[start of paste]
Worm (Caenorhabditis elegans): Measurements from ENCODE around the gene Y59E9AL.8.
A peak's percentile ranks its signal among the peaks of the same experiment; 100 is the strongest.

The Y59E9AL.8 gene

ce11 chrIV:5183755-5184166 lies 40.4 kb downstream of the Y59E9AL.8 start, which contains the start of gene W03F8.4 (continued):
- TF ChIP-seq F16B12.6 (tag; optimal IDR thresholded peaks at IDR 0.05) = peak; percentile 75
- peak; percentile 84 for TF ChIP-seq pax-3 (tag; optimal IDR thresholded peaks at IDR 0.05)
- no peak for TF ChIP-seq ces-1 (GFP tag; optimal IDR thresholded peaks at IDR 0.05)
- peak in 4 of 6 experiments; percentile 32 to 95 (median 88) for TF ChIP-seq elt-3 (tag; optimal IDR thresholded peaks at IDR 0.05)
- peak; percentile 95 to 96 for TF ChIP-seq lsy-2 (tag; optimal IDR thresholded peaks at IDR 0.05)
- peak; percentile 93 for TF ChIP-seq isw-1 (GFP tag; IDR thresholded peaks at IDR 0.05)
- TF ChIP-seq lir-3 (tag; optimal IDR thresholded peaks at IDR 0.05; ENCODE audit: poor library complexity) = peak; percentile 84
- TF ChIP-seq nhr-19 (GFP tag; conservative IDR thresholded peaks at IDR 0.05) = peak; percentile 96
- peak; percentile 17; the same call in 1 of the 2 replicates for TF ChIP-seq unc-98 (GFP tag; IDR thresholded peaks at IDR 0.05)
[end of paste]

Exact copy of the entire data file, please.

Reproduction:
Worm (Caenorhabditis elegans): Measurements from ENCODE around the gene Y59E9AL.8.
A peak's percentile ranks its signal among the peaks of the same experiment; 100 is the strongest.

The Y59E9AL.8 gene

ce11 chrIV:5183755-5184166 lies 40.4 kb downstream of the Y59E9AL.8 start, which contains the start of gene W03F8.4 (continued):
- TF ChIP-seq F16B12.6 (tag; optimal IDR thresholded peaks at IDR 0.05) = peak; percentile 75
- peak; percentile 84 for TF ChIP-seq pax-3 (tag; optimal IDR thresholded peaks at IDR 0.05)
- no peak for TF ChIP-seq ces-1 (GFP tag; optimal IDR thresholded peaks at IDR 0.05)
- peak in 4 of 6 experiments; percentile 32 to 95 (median 88) for TF ChIP-seq elt-3 (tag; optimal IDR thresholded peaks at IDR 0.05)
- peak; percentile 95 to 96 for TF ChIP-seq lsy-2 (tag; optimal IDR thresholded peaks at IDR 0.05)
- peak; percentile 93 for TF ChIP-seq isw-1 (GFP tag; IDR thresholded peaks at IDR 0.05)
- TF ChIP-seq lir-3 (tag; optimal IDR thresholded peaks at IDR 0.05; ENCODE audit: poor library complexity) = peak; percentile 84
- TF ChIP-seq nhr-19 (GFP tag; conservative IDR thresholded peaks at IDR 0.05) = peak; percentile 96
- peak; percentile 17; the same call in 1 of the 2 replicates for TF ChIP-seq unc-98 (GFP tag; IDR thresholded peaks at IDR 0.05)